Having blitzed its way across the European continent during World War II, the German military began to exhaust its supplies of petroleum, prompting industry to research other ways of manufacturing fuel.
By harnessing a chemical synthesis technique scientists were able to create a synthetic fuel known as syngas, manufactured through the gasification of coal and provided a reliable alternative to conventional fuels.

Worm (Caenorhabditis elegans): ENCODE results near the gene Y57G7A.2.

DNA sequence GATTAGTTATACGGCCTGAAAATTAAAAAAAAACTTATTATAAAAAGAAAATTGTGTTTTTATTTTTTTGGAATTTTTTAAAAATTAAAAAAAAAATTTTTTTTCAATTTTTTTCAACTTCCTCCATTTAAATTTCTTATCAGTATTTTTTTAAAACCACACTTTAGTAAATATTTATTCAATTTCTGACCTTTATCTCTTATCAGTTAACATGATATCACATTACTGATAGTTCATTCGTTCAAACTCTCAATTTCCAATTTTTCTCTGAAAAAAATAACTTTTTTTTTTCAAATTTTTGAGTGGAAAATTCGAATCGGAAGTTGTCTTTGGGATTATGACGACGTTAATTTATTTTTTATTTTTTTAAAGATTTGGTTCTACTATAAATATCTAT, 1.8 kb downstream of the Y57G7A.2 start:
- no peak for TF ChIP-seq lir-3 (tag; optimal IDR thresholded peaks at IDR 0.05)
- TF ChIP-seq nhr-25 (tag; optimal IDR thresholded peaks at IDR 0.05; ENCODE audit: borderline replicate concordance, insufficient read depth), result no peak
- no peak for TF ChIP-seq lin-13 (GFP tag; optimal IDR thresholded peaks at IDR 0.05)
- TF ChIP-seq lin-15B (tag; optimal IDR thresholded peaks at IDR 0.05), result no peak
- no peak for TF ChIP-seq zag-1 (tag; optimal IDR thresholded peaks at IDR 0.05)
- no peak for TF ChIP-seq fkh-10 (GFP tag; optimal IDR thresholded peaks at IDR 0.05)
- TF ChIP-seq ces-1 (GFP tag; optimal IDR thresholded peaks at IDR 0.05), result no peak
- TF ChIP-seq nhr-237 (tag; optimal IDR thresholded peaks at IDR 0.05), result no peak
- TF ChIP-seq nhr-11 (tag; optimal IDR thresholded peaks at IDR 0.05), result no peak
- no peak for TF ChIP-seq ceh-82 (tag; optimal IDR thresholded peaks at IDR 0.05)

Taking note of Germany’s efforts, America began to develop its own syngas during the war. With oil in tight supply and the demand for petroleum rising, the US Bureau of Mines began experimenting with coal hydrogenation, the fundamental process that leading German chemist Friedrich Bergius had first discovered in 1921. This led to the passing of the Synthetic Fuels Act and further development of synthetic fuels as an alternative to conventional petroleum.
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